Handling Sway

Towing a caravan at speed on a highway can be one of the biggest challenges for anyone new to the experience. Avoiding caravan sway is one of the most important things to keep in mind when towing. To start with, your van should be loaded so that it is correctly balanced. A weight distribution hitch can be extremely helpful too. It is also important to make sure your tyre pressures are correct before hitting the road.

When driving on the highway, keep as wide a berth as possible from large vehicles as you pass (or they pass you). This will help to prevent the air they disturb from affecting your caravan. If you don’t have room to move over, slow down as the vehicle passes.  If you see any warning signs for a high wind area, make sure you slow down in preparation.

If you do notice your van starting to sway, gently ease off the accelerator. Once your speed has been reduced by 10-15km, apply your electric brake override and slowly speed back up. This should straighten up your rig and stop the sway. If you have an electric stability control system or sway control system installed on your caravan, the unit will take care of this process for you.

For the most part, the basic principal of towing a caravan comes down to extra diligence. You need to pay more attention to what you are doing, the area around you and what others are doing on the road.

Reversing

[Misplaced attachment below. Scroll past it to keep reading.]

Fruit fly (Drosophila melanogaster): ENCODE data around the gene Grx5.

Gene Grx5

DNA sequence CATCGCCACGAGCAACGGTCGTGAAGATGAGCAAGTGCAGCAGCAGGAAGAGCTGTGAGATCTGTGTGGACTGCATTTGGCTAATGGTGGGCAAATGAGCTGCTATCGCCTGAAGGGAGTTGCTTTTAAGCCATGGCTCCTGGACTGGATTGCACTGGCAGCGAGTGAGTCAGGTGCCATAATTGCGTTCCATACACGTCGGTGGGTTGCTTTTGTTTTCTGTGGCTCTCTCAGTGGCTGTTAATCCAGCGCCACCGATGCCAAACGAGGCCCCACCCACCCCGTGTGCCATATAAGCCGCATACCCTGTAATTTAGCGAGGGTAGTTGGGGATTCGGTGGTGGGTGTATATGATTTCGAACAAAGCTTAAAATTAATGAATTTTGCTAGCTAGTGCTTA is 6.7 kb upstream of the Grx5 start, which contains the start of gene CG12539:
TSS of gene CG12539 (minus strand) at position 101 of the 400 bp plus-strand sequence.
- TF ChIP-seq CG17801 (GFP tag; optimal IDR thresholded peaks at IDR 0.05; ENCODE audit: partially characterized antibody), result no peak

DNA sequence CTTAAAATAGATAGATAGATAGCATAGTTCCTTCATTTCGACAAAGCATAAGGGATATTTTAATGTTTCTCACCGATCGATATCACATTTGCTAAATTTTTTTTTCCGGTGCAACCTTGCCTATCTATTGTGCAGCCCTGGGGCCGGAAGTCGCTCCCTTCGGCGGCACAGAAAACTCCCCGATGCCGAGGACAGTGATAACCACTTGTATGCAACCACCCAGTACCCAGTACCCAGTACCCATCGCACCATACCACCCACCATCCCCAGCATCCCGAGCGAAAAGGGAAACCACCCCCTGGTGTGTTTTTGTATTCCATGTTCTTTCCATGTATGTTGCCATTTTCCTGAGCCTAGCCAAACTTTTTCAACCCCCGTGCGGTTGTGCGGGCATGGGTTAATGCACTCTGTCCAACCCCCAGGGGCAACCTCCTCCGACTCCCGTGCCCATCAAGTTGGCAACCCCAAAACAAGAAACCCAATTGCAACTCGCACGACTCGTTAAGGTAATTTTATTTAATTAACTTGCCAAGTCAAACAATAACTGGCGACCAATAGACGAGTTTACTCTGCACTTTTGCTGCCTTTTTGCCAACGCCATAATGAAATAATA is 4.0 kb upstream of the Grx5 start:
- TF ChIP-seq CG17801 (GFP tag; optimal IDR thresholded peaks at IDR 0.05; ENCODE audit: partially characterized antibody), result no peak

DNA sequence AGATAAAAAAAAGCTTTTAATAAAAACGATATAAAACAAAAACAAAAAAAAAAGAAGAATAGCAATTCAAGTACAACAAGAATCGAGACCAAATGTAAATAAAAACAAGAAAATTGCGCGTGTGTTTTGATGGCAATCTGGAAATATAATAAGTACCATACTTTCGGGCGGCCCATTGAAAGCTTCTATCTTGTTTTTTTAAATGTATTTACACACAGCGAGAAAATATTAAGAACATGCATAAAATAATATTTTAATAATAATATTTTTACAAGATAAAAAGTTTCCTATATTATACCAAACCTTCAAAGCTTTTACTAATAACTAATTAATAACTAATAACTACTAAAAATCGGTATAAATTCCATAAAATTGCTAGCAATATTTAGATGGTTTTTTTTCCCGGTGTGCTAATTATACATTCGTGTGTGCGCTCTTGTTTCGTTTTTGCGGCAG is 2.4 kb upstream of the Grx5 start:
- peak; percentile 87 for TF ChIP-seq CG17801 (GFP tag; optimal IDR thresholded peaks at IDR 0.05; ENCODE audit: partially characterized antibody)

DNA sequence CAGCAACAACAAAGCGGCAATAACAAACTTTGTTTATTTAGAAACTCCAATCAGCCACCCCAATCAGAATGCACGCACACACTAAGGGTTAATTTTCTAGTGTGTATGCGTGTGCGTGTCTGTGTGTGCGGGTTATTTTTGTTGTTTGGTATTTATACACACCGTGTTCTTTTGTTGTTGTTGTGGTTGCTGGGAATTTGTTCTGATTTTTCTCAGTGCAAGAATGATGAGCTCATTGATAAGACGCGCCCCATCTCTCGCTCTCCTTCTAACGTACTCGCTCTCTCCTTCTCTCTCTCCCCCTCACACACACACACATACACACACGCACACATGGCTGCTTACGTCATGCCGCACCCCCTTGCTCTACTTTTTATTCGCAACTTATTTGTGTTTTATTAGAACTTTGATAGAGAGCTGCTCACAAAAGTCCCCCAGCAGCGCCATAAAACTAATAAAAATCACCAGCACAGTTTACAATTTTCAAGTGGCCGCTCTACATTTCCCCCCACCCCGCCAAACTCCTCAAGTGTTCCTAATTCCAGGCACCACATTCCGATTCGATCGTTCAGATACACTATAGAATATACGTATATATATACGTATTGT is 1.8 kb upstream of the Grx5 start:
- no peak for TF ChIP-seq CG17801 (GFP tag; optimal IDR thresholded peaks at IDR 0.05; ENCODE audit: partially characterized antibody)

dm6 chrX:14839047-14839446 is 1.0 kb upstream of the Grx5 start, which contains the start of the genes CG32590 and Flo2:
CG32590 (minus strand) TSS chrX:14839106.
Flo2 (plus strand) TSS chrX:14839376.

The trick to mastering reversing is practice. If you get the chance try to find a place to practice reversing before you head off on your first trip. An empty car park is a great option.

Take it Slow

If you are moving at a slower pace, you will have more time to make minor steering adjustments before you get yourself in an undesirable situation. Patience is critical, especially if you are new to the whole experience.

Use Your Mirrors

Use your left and right mirrors to monitor the rear corners of the trailer, this will give you an indication of any trailer change in direction. If you see too much of the trailer on one side, turn the wheel towards that mirror to straighten up.

Shift Your Hands to Turn

Move your hands from the top of the steering wheel to the bottom. Moving your hands to the left will now move the caravan to the left and vice versa. Once you have established the right amount of turn, straighten up to the point where the vehicle follows the caravan on the same arc.

Getting out of a jackknife

If you end up in a jackknife position, there are a few things to do to get out of it.

  • Stop immediately before you cause any damage.
  • Turn the steering full lock away from the angle of the jackknife.
  • Move forward slowly and this will straight the combination very quickly.
Reversing into a Caravan Site

When reverse parking, take it slow and if you can, set up markers to simplify your parking.

  • Remove your Weight Distribution Bars prior to reversing into the parking bay.
  • Identify any hazards in or around your site.
  • Take it slowly and use a spotter (or rear vision camera) to stop you from hitting anything or cause damage.